By now you've probably heard a lot about the recently permitted use of surcharges for consumers who use credit cards. Not a big problem. At least not in these parts.
There are a lot more reasons not to worry at this point than be concerned. Live in Massachusetts? The state law that prohibits surcharges is still there. Nine other states have restrictions on surcharges, too : California, Colorado, Connecticut, Florida, Kansas, Maine, New York, Oklahoma and Texas.
Plus, retail behemoths Walmart and Target both have said they're not going to assess the fees. It would take a lot of guts - and perhaps a dose of foolishness - to be a competitor of one of those stores and tack on a credit card surcharge, risking giving those two an even bigger price advantage.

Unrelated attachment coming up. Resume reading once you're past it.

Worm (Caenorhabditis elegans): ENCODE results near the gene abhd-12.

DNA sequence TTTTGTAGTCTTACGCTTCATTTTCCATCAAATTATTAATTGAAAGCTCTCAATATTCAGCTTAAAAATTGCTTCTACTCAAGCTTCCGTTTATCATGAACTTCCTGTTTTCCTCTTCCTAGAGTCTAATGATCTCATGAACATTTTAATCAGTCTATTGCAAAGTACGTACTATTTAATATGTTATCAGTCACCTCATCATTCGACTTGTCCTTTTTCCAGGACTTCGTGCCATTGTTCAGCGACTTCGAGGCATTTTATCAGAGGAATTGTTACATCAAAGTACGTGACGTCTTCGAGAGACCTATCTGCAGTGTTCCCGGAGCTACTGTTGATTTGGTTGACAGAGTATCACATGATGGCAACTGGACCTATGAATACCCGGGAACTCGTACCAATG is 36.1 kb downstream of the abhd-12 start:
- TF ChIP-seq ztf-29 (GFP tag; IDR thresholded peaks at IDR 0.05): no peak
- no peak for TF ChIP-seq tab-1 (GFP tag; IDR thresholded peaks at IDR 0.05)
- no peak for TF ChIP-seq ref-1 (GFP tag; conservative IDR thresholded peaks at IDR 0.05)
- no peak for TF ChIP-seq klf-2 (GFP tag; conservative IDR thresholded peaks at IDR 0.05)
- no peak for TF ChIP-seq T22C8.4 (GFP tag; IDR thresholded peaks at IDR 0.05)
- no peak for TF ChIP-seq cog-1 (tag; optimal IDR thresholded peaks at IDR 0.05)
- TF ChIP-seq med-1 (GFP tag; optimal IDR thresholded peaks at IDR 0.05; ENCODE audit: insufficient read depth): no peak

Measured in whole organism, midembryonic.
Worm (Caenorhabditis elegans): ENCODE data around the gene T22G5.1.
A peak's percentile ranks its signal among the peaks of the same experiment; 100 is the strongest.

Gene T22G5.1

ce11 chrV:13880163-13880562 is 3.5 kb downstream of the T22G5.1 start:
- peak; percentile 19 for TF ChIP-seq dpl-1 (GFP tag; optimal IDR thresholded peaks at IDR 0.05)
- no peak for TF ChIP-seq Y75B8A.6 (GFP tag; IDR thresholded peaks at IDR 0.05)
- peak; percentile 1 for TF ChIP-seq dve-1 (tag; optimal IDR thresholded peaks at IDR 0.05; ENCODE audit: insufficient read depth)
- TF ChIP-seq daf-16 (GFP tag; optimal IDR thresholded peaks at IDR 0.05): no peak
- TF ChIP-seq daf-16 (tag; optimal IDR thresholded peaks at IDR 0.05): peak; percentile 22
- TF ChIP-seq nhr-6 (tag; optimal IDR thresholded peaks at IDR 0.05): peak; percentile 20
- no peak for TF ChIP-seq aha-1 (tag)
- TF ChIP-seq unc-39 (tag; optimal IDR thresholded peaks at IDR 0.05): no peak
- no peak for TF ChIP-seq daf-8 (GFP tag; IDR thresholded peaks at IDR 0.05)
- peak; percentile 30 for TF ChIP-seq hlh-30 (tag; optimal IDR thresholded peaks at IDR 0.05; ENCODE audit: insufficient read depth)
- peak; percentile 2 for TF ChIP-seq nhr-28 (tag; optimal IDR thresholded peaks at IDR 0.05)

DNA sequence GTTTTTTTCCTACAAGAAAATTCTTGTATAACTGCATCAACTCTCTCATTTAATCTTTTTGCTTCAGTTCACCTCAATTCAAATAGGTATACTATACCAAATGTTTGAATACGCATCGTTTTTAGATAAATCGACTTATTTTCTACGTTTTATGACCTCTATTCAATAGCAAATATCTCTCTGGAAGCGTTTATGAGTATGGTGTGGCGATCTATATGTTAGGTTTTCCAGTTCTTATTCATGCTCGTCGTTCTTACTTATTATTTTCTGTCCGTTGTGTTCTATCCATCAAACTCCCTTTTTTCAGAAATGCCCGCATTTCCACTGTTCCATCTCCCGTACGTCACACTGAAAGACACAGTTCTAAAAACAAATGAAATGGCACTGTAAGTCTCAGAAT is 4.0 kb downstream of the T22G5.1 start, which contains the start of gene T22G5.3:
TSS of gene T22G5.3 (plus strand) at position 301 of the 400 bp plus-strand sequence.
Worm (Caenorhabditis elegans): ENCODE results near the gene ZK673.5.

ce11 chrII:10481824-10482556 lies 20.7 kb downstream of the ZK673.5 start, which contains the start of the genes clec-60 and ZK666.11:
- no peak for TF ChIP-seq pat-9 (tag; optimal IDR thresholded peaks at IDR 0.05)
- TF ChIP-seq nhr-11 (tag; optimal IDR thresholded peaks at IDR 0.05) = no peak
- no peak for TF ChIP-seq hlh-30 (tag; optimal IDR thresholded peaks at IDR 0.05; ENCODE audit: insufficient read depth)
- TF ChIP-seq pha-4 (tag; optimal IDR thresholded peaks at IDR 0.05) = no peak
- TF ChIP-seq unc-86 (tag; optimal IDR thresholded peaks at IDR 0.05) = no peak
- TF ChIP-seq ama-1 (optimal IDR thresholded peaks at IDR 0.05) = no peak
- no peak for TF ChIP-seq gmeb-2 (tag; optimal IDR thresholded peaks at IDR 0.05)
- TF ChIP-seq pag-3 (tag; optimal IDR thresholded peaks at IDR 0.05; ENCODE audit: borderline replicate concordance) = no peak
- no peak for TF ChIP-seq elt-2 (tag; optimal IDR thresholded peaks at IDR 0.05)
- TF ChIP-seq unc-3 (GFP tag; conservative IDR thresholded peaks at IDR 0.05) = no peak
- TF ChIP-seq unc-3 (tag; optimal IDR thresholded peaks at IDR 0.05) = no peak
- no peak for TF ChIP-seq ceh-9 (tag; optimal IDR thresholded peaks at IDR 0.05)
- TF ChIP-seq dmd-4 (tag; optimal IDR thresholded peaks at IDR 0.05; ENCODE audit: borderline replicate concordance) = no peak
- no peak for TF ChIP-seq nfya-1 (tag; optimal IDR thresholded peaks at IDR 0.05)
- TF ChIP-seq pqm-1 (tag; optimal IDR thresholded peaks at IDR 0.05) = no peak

If you see the surcharge being assessed online, consider sending a message by buying on a competing site. At a minimum, factor in that added 2-4 percent when comparison shopping.
So, at least in the Bay State, we'll still have our quirky cash discount at gas stations instead of credit card surcharges and we can't be charged more at a store if we want to use a credit card instead of cash.
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About the author
Mitch Lipka is one of America's leading consumer journalists and advocates. He is an expert in product safety, recalls, scams, and helping consumers get out of jams. He is a nationally known consumer columnist and runs TheConsumerChronicle.com. He lives in Worcester. You can find him on Facebook or reach him at ConsumerNews@Aol.com